• High cholesterol
  • High blood pressure
  • Goiter (the enlargement of the thyroid)
  • Irregular heartbeat

With early diagnosis, people with Hashimoto's disease can be treated. If you are experiencing symptoms of Hashimoto's thyroiditis or you suspect you may be at risk, it's important to speak with your healthcare provider and check in on your thyroid function to avoid any complications.

Related article: The Best Treatment for Thyroid Problems: Diagnosis and Medications

If you would prefer to initially screen your thyroid health from home, you can do so with LetsGetChecked’s range of Thyroid Testing options. Our dedicated clinical team will be available to offer support and you will receive accurate online results within 2-5 days of our lab receiving your sample.

How to Diagnose and Manage Hashimoto’s Disease

A doctor will usually diagnose Hashimoto’s disease using a combination of medical history, physical examinations, and laboratory tests. Some of these tests may include:

  • Thyroid Function Tests: Blood tests measuring thyroid hormones (T3 and T4) and thyroid-stimulating hormone (TSH) levels can help determine how the thyroid is performing.
  • Antibody Tests: These tests, including Thyroglobulin Antibodies (TGAB) and Thyroid Peroxidase Antibodies (TPO/TPEX), screen for antibodies that can indicate thyroid damage.

Treatment of Hashimoto’s is dependent on the individual case however it can typically be managed with a combination of the correct medication and healthy lifestyle habits such as:

  • Regular Monitoring: A regular blood test to check in on your thyroid hormone levels is key to staying on top of your thyroid health. This can be done with your doctor or from home with LetsGetChecked.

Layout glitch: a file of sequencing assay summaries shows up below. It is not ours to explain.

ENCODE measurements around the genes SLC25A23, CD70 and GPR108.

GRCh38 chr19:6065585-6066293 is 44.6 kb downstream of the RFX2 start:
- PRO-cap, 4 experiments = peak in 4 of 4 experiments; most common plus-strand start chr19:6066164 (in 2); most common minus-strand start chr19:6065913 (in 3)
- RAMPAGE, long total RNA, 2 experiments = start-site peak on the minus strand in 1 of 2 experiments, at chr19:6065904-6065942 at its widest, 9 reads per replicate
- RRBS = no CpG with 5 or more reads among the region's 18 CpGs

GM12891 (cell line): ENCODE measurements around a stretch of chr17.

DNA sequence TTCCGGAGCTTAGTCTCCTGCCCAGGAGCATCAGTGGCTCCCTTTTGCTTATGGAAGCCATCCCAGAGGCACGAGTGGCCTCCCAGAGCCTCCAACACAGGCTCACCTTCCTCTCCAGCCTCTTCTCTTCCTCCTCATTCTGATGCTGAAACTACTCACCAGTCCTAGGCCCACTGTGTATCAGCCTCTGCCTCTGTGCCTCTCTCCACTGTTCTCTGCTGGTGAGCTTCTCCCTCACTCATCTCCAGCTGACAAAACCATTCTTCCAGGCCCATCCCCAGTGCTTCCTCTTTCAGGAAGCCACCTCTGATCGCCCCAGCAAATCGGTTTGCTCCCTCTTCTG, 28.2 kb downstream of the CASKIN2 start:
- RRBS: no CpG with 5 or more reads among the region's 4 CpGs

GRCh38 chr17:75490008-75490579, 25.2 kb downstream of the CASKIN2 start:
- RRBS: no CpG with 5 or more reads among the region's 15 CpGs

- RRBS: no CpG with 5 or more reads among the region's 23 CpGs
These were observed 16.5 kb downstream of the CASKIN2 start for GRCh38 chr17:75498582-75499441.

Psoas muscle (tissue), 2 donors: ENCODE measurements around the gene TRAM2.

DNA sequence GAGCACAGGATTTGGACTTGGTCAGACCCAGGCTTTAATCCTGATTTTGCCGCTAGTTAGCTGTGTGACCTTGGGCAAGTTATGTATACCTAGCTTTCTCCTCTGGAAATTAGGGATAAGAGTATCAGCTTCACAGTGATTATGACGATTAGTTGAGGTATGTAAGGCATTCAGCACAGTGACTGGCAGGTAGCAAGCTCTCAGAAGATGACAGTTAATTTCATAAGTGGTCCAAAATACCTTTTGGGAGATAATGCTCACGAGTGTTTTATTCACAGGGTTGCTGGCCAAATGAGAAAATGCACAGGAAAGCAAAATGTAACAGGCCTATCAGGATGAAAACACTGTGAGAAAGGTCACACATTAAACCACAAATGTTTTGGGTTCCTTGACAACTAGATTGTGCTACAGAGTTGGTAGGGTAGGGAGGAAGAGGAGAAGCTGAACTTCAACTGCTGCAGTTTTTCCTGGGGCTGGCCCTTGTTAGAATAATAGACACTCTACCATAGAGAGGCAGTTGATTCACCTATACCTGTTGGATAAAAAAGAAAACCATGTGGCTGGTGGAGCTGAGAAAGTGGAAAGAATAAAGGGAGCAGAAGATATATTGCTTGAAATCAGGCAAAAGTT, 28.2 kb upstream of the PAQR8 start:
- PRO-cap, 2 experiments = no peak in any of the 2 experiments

• Nutrition: A balanced diet full of the nutrients you need including iodine, selenium, and zinc can help support thyroid function.
  • Stress Management: Meditation, yoga, and deep breathing exercises can benefit your health.
  • Exercise: Regular physical activity can boost energy levels and help control weight.

The most reliable way to check your thyroid function and thyroid hormone levels is with a test - this can be done by taking a trip to your doctor’s office or from home with a lab test.

LetsGetChecked’s range of Thyroid Tests are simple blood tests that measure key thyroid hormones and can help identify the presence of hyperthyroidism or hypothyroidism and thyroid dysfunction or damage. Your online results will be available within 5 days and our medical team will be available to speak with you about the next steps you should take.

You should consider getting tested if you:

  • Have symptoms of an overactive thyroid
  • Have symptoms of an underactive thyroid
  • Have a family history of thyroid conditions
  • Have an autoimmune condition such as celiac disease or type 1 diabetes

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  1. National Institute of Diabetes and Digestive and Kidney Diseases. Hashimoto’s Disease. Online: Niddk.nih.gov
  2. Mayo Clinic, Hashimoto’s Disease. Online: Mayoclinic.org